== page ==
Earlier studies have shown that a long-lived Cr(V) species is produced during the reduction of chromate (Cr(VI)) by microsomes/NADPH, mitochondria, and other cellular constituents and that this Cr(V) species plays a significant role in the mechanism of Cr(VI) toxicity. The present work indicates that this species is a Cr(V) complex involving the diol moieties of NADPH as the ligand. Additionally, ESR spin trapping investigations show that the hydroxyl (.OH) radical is also generated in the reduction process. Hydrogen peroxide (H2O2) enhances the .OH generation but suppresses the Cr(V)-NADPH complex formation. Catalase decreases the .OH radical generation and enhances the Cr(V)-NADPH formation. Measurements under anaerobic atmosphere show decreased .OH radical generation, indicating that during the cellular Cr(VI) reduction process molecular oxygen is reduced to H2O2, which reacts with the Cr(V)-NADPH complex to generate the .OH radical via a Fenton-like mechanism.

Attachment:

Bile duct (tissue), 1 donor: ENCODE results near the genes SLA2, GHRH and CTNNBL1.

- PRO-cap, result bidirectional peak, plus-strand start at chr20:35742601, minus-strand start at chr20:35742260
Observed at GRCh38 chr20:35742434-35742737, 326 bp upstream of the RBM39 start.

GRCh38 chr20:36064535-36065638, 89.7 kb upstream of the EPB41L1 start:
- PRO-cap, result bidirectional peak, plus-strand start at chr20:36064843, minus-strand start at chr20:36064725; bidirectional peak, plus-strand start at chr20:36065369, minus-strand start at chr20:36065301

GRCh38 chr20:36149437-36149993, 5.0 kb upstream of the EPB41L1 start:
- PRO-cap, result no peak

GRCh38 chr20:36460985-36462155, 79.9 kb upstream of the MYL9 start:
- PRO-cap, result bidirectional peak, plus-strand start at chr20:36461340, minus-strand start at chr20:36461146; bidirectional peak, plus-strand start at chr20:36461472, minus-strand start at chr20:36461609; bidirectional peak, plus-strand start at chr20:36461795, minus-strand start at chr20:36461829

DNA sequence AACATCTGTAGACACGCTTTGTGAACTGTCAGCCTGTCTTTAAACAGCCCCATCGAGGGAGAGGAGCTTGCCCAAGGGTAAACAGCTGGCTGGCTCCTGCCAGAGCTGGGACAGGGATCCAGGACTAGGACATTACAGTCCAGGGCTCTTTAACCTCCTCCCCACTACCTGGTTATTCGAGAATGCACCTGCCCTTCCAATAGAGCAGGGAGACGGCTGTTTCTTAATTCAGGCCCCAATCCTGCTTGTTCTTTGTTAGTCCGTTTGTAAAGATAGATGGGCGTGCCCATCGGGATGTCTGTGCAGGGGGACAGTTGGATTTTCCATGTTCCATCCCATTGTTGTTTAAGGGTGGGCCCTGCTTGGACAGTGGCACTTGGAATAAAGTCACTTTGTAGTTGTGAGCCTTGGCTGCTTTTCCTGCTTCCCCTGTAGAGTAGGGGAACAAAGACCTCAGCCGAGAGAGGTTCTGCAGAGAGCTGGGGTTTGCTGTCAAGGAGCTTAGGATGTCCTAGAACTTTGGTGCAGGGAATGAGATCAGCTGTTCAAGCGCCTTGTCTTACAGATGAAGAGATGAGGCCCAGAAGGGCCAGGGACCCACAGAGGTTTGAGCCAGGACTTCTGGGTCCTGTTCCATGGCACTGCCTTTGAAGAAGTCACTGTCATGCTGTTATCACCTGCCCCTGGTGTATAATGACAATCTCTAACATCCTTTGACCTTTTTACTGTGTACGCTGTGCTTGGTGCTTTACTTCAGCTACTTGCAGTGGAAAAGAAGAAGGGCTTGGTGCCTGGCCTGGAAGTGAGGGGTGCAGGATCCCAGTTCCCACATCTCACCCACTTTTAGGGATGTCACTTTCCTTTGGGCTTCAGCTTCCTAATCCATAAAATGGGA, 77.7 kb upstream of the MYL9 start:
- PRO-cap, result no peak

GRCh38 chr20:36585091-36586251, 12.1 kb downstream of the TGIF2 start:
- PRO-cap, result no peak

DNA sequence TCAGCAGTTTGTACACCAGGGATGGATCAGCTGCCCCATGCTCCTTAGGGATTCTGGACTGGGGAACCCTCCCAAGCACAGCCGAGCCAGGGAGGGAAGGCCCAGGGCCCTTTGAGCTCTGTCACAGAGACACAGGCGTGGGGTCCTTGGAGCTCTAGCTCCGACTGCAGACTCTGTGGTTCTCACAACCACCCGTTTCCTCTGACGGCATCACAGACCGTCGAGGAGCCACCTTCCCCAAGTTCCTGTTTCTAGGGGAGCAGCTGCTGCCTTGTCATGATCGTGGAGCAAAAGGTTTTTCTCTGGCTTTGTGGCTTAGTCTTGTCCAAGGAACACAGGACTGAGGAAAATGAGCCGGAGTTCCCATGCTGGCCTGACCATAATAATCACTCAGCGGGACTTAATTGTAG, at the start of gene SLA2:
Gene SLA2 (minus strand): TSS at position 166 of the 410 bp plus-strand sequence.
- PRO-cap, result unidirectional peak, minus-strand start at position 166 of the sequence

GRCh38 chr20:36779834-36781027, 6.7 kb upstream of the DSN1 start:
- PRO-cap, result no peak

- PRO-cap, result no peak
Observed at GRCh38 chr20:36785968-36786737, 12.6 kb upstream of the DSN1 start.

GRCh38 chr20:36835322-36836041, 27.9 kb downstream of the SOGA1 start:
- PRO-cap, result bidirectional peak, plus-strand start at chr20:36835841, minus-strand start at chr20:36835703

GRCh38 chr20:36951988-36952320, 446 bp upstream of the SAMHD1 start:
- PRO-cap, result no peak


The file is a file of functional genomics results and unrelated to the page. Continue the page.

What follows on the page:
|Number of pages
|Archives of Biochemistry and Biophysics
|Published - Nov 1 1991
Bibliographical noteFunding Information:
i This research was supported by the Department of the Interior’s Mineral Institutes Program administered by the Bureau of Mines through the Generic Technology Center for Respirable Dust under Grant G1135142, and NIOSH Grant U60-CCU306149-01-l. ’ To whom correspondence should be addressed.
ASJC Scopus subject areas
- Molecular Biology